never give unauthorized access to the data...
Thats a fine crystal ball you have there sir.
A global software-as-a-service platform catering to accountants is in damage control mode after a malware infection knocked its services offline. Netherlands-headquartered Wolters Kluwer, the software company behind the CCH suite of web-based tax preperation tools for professional accountants, said in a statement it does not …
" ... CCH suite of web-based tax preperation tools for professional accountants." (sic)
So which tools do unprofessional accountants use?
Perhaps we should sell wire strippers for qualified electricians ...
Spanners for qualified mechanics ...
A full manual for professional MS Office users ... oh sorry, that's just pushing expectation too far!
I'm assuming that, given the number of times we hear of companies being hit by ransomware and paying up, those backups aren't as common as you'd like to think.
I'm also assuming that, once they've been subject to that kind of extortion, a proper backup system must start looking like a golden investment.
But maybe I'm assuming too much there.
Backups - even if they hare made, are they frequent enough and tested for a full bare-metal recovery?
It is a bit like UPS support: few are willing to send Igor to throw the big red switch and see how the whole building copes with a power outage (you know, to see if aircon holds up while servers are shut down in an orderly manner, etc, instead of overheating).
Been there, done that, had the complete server room offline. At one client, a new manager decided to actually test the UPS, as opposed to assume the UPSes report that everything was working was correct.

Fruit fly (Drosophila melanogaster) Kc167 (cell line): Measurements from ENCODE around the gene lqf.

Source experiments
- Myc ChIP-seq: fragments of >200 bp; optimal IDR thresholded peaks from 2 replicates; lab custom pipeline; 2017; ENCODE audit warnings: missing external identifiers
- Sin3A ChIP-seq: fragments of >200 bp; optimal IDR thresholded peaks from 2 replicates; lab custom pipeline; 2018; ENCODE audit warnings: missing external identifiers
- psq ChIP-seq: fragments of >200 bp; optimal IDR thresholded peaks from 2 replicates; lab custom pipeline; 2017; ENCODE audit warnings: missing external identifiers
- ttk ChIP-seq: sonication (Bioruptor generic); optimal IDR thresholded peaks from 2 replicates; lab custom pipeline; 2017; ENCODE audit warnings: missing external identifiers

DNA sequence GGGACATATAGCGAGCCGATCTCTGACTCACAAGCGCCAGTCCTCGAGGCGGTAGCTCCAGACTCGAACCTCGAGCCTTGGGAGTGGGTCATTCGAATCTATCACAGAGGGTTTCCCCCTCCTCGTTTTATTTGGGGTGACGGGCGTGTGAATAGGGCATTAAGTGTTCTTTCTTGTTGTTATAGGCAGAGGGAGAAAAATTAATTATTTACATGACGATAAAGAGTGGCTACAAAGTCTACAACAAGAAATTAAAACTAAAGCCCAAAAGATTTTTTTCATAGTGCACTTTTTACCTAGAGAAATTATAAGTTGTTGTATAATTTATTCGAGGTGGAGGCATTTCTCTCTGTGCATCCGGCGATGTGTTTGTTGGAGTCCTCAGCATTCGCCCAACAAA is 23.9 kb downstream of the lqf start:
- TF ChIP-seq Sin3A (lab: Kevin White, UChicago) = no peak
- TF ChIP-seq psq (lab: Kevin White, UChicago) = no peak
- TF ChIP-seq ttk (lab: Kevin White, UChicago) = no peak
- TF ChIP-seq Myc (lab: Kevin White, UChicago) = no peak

The batteries were at 100%, according to the UPS, they held a grand total of less than 1 second!
Nope, the batteries had gone bad and the UPS still reported them as good.
This was a large unit for a computer room with an AS/400 and 2 Novell Netware servers.
The NetWare servers recovered without any issues, the AS/400 spit out its dummy (hard drive bearings ceased as they cooled) and refused to come back up.
Quote from the Krebs on Security post linked to in OA
"Accounting Today says the limited ability to share updates angered CCH users, many of whom took to social media to air their grievances against a cloud partner they perceive to be ill-prepared for maintaining ongoing service and proper security online."
Perhaps services companies that depend on the cloud should have a completely separate status reporting system? Just a small system that has nothing in common with the main service (perhaps even with a separate DNS entry).
I recollect that Sony in the US had to resort to a drawer full of old Blackberrys after their hack five years ago...
Biting the hand that feeds IT © 1998–2021